Wednesday, December 28, 2005

Orwell was only 21 years off

If you've never read George Orwell's 1984 but plan to do so someday, stop right here. I'm going to write about how it ends.

After being tortured to within an inch of his life and brainwashed out of that oh-so-uncool desire for freedom, Winston Smith is assassinated while sitting in his beloved Chestnut Tree Cafe under the giant portrait of Big Brother.

"Forty years it had taken him to learn what kind of smile was hidden beneath the dark moustache. O cruel, needless misunderstanding! O stubborn, self-willed exile from the loving breast! Two gin-scented tears trickled down the sides of his nose. But it was all right, everything was all right, the struggle was finished. He had won the victory over himself. He loved Big Brother."

Here is the problem with those who choose a life in politics in contemporary America: Washington, the various state capitals and even a great many city and town halls are infested with ignorant men and women who believe 1984 has a happy ending!

That is why, as welcome as is the recent Oakland Tribune editorial about Orwell's great novel, I have my doubts about the terrific idea contained therein: That we collect 537 copies of 1984 and send them to every member of the House and Senate, as well as the president and vice president. Hell, let's get 546 copies and throw in the Supreme Court justices - although they seem to be most in need of copies of the U.S. Constitution.

I've just cited the main problem with the idea: These fools think learning to love Big Brother is a good thing. My other problem with the idea goes back to one of my other favorite novels, the one that inspired the title of this blog, Fahrenheit 451.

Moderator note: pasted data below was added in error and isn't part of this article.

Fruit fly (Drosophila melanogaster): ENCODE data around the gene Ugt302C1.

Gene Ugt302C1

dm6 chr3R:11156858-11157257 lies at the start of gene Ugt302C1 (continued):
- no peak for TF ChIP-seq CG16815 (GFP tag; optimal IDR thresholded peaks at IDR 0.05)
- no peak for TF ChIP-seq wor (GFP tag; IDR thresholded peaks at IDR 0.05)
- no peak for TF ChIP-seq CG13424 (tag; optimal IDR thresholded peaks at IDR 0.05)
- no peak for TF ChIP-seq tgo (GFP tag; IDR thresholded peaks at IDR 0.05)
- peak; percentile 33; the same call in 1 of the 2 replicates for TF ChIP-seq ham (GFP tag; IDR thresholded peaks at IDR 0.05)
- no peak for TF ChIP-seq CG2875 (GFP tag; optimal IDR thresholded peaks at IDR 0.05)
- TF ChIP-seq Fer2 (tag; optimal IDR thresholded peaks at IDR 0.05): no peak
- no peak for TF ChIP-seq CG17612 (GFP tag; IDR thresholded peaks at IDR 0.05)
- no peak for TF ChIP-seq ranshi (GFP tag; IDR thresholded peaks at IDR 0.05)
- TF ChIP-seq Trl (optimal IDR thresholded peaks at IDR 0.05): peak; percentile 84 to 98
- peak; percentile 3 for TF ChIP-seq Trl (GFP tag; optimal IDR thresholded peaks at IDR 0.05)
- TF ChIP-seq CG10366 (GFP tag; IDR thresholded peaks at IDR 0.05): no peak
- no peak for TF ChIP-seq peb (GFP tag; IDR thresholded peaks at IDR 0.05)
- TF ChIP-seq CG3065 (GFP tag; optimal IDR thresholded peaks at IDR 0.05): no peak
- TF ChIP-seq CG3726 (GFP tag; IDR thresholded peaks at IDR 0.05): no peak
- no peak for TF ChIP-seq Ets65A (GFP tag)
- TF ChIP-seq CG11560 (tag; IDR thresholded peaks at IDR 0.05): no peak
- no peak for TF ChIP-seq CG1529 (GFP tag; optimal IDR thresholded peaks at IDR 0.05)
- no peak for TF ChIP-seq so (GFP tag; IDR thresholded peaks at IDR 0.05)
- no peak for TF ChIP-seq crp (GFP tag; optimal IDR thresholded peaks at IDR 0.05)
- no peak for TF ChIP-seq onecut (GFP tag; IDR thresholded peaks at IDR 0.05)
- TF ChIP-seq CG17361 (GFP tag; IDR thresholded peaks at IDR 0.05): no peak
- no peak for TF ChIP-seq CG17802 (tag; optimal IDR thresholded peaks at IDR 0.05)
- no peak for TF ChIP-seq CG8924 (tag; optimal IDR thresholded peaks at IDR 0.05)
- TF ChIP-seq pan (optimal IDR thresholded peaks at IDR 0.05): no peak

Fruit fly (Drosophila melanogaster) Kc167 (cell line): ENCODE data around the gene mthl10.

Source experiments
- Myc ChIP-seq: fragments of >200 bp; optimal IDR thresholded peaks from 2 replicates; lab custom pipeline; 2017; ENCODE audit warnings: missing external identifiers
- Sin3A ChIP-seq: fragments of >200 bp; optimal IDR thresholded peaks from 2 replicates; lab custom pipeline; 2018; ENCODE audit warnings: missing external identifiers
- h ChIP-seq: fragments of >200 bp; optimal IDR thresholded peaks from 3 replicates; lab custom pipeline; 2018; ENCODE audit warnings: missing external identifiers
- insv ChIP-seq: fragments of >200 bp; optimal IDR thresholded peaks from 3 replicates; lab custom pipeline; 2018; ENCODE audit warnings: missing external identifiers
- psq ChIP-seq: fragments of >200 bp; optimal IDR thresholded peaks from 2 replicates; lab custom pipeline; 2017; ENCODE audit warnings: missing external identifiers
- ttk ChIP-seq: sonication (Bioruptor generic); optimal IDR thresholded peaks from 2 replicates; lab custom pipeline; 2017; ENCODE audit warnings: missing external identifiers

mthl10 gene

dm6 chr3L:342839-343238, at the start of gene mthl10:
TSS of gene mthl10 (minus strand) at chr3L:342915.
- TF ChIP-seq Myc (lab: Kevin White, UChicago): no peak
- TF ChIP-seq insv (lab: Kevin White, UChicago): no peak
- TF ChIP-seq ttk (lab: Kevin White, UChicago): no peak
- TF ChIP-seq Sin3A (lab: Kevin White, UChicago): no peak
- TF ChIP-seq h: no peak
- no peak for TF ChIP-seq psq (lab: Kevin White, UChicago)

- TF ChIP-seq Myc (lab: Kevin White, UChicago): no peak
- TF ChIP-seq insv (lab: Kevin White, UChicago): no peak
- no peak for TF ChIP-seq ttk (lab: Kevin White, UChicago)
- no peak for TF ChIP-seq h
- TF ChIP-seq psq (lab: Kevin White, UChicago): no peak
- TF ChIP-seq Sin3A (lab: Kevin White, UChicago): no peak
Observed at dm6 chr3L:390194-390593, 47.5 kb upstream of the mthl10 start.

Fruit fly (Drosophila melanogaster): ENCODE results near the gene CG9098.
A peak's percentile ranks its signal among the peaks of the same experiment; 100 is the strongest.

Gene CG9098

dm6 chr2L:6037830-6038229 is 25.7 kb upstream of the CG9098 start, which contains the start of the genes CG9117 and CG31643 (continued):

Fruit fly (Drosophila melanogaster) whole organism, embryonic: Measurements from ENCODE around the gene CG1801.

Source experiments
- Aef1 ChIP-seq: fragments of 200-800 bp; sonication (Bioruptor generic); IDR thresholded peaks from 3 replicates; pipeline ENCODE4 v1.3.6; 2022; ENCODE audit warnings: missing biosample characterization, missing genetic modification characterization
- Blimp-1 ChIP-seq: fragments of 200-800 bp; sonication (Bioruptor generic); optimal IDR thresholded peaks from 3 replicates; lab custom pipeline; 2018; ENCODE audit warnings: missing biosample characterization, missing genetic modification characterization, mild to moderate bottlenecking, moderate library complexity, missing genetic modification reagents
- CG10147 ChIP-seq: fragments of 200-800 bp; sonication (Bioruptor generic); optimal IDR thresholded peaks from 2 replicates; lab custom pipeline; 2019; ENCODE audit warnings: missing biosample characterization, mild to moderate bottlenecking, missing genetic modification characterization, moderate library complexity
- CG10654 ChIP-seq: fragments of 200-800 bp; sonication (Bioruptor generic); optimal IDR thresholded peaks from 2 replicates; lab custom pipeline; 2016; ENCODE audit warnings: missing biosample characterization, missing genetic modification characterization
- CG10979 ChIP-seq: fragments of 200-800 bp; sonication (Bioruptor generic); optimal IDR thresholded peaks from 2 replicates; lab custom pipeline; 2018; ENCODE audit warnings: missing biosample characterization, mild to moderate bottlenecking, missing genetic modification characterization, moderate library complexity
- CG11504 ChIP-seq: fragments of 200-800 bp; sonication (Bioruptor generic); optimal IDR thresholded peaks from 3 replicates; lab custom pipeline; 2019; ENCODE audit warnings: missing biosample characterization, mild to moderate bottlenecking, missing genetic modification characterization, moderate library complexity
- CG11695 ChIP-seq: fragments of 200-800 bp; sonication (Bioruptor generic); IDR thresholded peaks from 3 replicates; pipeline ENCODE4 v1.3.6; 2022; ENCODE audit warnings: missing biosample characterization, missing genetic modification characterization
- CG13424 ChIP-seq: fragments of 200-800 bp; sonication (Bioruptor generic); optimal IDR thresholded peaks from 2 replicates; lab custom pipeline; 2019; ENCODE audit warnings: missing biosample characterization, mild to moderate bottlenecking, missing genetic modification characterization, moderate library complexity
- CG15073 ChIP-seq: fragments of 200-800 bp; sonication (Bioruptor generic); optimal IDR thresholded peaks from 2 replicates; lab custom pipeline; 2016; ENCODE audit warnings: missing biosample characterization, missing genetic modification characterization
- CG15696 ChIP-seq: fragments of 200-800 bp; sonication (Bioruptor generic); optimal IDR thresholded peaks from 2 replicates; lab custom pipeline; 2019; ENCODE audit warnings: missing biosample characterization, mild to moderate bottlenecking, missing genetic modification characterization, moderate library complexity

If we give away 537 copies of 1984, that's 537 copies of that important novel thrown down the memory hole, as good as burned to a crisp. 537 copies that could very well be given to someone who will actually read it, 537 people who may take it to heart and stand up and say, "Excuse me, but our very own supposedly free nation is described in this dystopian novel. What are we going to do about this?"

I'm not giving away my copy of 1984; it's one of the very small handful of novels I have read more than once and intend to read and re-read again. But what the heck, maybe I'll buy one and send it to the Oakland Tribune, or maybe even direct to my congressman. Even if only 1 percent of the imperial legislature reads and understands it, that's six more lawmakers with a conscience than we had before.


Anonymous John Newman said...

These chains of freedom are getting a bit more heavier.

5:05 PM  
Anonymous Anonymous said...

The Tribune will continue collecting copies of 1984 through the end of January... although copies have come in from across the nation, more are needed. Please help! 401 13th St., Oakland CA 94612

2:01 AM  

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